Eye twitching s a repetitive, uncontrollable blinking or spasm of the eyelid, usually on the upper lid. It usually affects the eye muscles in both eyes and when it happens you usually feel some involuntary movement every few seconds for a couple of minutes. In some severe cases it can even continue on and off for a couple of days, which can be really annoying and then disappear suddenly.
What causes eye twitching?If you’ve ever been to a doctor for this problem you must know that even doctors aren’t sure what’s causing it exactly. Most usually it happens due to stress and fatigue or excessive amounts of caffeine, tobacco and alcohol. It can also be linked to dry eyes, excessive eye strain, allergies, or some irritation of the surface of the eye or the membrane. Sometimes it can even just happen for no reason at all and in the majority of cases it’s painless and harmless and goes away in a matter of minutes on its own.
However, there are certain cases when eye twitching can be a symptom of a more severe neurological disorder, such as blepharospasm (an abnormal blinking or spasm of the eyelids) or amyotrophic lateral sclerosis (ALS), more commonly known as Lou Gehrig’s disease. Blepharospasm develops in mid to late adulthood and there are about 2000 cases every year in the US alone. It’s a condition which is more common in women than in men. It’s not very serious but if it’s not discovered early the situation might worsen. As the condition progresses you might feel that you’re extra sensitive to light, your vision might get blurry and your entire face might starts twitching. In severe cases the spasms might get so strong to close your eyelids for a few hours. If your twitching last for a few minutes and you don’t experience it often there’s nothing to worry about. However, if you experience the following symptoms you should see an eye doctor:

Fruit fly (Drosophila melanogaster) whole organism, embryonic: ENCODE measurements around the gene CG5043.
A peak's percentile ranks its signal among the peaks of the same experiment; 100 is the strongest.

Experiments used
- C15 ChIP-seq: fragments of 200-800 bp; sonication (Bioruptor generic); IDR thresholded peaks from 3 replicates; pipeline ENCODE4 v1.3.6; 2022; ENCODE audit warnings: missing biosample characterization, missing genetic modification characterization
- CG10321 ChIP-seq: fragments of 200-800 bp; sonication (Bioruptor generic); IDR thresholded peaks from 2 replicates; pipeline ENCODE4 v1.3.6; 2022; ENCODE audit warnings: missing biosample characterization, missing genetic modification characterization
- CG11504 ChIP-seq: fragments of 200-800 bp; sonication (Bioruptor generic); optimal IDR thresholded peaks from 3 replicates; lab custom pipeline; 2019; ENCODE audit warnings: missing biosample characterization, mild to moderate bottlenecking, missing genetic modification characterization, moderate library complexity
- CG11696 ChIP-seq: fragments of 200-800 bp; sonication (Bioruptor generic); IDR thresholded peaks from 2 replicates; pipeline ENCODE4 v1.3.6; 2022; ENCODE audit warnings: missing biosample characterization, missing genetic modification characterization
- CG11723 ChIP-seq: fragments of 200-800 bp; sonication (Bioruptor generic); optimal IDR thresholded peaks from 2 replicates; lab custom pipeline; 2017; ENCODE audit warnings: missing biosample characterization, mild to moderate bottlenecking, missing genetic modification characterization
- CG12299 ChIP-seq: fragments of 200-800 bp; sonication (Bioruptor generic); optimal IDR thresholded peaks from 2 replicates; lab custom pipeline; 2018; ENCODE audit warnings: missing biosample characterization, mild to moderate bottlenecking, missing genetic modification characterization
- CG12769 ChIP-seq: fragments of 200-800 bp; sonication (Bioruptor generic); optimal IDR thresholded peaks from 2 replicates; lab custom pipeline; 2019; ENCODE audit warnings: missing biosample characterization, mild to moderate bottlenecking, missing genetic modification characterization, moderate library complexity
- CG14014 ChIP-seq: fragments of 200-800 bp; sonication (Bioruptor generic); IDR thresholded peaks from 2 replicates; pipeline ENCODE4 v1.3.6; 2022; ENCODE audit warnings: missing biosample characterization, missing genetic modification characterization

■ If your eye is twitching for more than a week;
■ If the twitching causes the eyelid to close completely;
■ If you start feeling spasms on your entire face;
■ If your eyes start swelling, get red or you notice eye discharge;
■ If your upper eyelid starts drooping.
If you have some of the symptoms you should definitely go see your eye doctor and explain what you feel. He’ll examine your symptoms and if he suspects a neurological disorder he may refer you to a neurologist or other specialist.
If your twitching is not related to a neurological disorder just seeing an eye doctor and determining there’s nothing wrong might stop the twitching. Otherwise you should consider trying to reduce stress, sleep more and reduce the caffeine intake. You can also try hot and cold compresses to relax the muscles around the eyes. You can even try acupuncture and massage to relieve the discomfort.